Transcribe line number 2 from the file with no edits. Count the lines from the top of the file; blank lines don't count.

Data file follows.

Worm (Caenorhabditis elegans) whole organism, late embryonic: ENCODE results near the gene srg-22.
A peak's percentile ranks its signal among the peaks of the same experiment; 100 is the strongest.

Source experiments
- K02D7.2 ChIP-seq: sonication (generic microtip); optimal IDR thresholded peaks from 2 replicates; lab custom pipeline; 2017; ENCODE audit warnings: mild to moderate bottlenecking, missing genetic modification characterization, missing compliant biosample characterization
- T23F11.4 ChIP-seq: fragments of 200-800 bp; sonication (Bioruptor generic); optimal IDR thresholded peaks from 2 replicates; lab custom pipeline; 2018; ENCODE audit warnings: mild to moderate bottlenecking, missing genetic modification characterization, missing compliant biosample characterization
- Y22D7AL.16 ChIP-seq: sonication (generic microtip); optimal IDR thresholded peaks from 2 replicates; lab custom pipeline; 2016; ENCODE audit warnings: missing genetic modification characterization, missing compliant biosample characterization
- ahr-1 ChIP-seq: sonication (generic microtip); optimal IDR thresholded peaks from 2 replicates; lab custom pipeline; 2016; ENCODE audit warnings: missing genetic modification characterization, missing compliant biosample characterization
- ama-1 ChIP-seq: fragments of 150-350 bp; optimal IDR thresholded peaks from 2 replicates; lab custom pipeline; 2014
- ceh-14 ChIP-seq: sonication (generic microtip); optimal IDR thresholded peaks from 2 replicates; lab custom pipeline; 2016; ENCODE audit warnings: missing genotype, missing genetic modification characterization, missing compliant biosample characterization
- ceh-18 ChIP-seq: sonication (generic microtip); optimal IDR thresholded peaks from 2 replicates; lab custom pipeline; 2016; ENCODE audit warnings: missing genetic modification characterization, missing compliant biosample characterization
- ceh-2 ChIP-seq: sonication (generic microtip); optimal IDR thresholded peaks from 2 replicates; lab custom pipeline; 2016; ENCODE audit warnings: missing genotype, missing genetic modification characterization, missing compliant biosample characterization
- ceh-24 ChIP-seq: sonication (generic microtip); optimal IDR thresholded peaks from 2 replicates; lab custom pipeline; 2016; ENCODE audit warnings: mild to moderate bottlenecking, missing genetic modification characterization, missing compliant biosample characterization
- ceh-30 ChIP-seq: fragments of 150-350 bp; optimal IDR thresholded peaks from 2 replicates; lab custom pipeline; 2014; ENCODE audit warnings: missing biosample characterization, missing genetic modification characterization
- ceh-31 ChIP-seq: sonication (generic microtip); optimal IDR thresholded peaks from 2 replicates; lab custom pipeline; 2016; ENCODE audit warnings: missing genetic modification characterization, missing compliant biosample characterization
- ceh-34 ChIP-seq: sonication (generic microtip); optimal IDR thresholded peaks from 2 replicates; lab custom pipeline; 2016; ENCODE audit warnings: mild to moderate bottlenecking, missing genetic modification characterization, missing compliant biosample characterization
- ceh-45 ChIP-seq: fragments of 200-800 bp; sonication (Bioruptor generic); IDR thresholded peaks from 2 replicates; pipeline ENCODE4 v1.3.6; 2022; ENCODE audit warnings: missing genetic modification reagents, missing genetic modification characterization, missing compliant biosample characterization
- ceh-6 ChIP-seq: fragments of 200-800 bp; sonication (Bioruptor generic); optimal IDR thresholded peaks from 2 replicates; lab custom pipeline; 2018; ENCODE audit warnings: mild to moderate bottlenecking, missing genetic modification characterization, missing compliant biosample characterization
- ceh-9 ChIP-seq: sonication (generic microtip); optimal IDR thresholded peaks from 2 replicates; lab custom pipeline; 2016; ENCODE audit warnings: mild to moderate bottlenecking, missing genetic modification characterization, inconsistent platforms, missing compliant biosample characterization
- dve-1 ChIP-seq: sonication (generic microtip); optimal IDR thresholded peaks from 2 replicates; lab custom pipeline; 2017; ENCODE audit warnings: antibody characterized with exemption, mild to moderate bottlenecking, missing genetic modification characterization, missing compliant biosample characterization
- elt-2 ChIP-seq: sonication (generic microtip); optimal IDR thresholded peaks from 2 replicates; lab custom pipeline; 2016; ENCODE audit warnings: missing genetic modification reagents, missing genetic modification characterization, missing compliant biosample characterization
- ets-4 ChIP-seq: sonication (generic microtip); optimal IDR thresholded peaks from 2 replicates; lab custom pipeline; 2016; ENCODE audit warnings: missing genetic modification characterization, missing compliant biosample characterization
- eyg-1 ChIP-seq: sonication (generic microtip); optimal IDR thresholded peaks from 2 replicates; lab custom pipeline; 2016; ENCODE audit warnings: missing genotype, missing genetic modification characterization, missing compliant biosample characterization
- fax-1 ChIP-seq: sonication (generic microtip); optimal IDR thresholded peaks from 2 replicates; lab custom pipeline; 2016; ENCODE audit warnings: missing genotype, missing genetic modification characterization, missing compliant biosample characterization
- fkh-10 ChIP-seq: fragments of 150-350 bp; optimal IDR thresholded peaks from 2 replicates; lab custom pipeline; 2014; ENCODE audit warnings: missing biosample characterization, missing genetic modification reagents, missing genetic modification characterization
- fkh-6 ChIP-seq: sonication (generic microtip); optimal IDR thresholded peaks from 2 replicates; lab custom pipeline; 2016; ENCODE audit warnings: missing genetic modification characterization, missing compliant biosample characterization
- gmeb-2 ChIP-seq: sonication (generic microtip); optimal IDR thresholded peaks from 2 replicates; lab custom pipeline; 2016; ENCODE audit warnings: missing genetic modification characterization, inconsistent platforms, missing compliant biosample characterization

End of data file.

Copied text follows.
A peak's percentile ranks its signal among the peaks of the same experiment; 100 is the strongest.